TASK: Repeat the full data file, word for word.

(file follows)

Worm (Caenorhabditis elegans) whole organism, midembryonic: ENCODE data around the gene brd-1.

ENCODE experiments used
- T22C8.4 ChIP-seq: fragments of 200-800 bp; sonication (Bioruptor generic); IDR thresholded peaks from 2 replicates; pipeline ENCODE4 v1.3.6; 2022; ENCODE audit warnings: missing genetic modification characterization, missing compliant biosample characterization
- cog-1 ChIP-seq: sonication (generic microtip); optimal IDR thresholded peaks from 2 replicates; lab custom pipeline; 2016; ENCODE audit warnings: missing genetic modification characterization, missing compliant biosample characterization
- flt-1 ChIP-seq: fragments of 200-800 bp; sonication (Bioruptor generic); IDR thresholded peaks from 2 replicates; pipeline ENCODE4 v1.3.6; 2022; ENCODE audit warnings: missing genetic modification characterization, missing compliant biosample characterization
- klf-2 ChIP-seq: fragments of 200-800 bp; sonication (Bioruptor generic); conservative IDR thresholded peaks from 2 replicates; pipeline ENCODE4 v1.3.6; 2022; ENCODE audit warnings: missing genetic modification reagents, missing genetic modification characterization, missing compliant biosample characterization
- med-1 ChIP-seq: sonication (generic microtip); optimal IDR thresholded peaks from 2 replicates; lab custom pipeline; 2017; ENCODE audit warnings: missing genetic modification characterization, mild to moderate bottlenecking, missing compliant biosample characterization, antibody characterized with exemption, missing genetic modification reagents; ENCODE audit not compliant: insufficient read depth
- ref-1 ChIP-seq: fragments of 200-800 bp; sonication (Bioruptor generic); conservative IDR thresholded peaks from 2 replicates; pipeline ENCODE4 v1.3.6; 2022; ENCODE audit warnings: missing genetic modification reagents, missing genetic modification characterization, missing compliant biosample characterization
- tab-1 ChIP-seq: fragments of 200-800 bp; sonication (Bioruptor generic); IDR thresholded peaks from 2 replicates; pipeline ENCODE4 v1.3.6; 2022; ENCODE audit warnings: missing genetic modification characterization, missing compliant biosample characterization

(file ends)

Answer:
Worm (Caenorhabditis elegans) whole organism, midembryonic: ENCODE data around the gene brd-1.

ENCODE experiments used
- T22C8.4 ChIP-seq: fragments of 200-800 bp; sonication (Bioruptor generic); IDR thresholded peaks from 2 replicates; pipeline ENCODE4 v1.3.6; 2022; ENCODE audit warnings: missing genetic modification characterization, missing compliant biosample characterization
- cog-1 ChIP-seq: sonication (generic microtip); optimal IDR thresholded peaks from 2 replicates; lab custom pipeline; 2016; ENCODE audit warnings: missing genetic modification characterization, missing compliant biosample characterization
- flt-1 ChIP-seq: fragments of 200-800 bp; sonication (Bioruptor generic); IDR thresholded peaks from 2 replicates; pipeline ENCODE4 v1.3.6; 2022; ENCODE audit warnings: missing genetic modification characterization, missing compliant biosample characterization
- klf-2 ChIP-seq: fragments of 200-800 bp; sonication (Bioruptor generic); conservative IDR thresholded peaks from 2 replicates; pipeline ENCODE4 v1.3.6; 2022; ENCODE audit warnings: missing genetic modification reagents, missing genetic modification characterization, missing compliant biosample characterization
- med-1 ChIP-seq: sonication (generic microtip); optimal IDR thresholded peaks from 2 replicates; lab custom pipeline; 2017; ENCODE audit warnings: missing genetic modification characterization, mild to moderate bottlenecking, missing compliant biosample characterization, antibody characterized with exemption, missing genetic modification reagents; ENCODE audit not compliant: insufficient read depth
- ref-1 ChIP-seq: fragments of 200-800 bp; sonication (Bioruptor generic); conservative IDR thresholded peaks from 2 replicates; pipeline ENCODE4 v1.3.6; 2022; ENCODE audit warnings: missing genetic modification reagents, missing genetic modification characterization, missing compliant biosample characterization
- tab-1 ChIP-seq: fragments of 200-800 bp; sonication (Bioruptor generic); IDR thresholded peaks from 2 replicates; pipeline ENCODE4 v1.3.6; 2022; ENCODE audit warnings: missing genetic modification characterization, missing compliant biosample characterization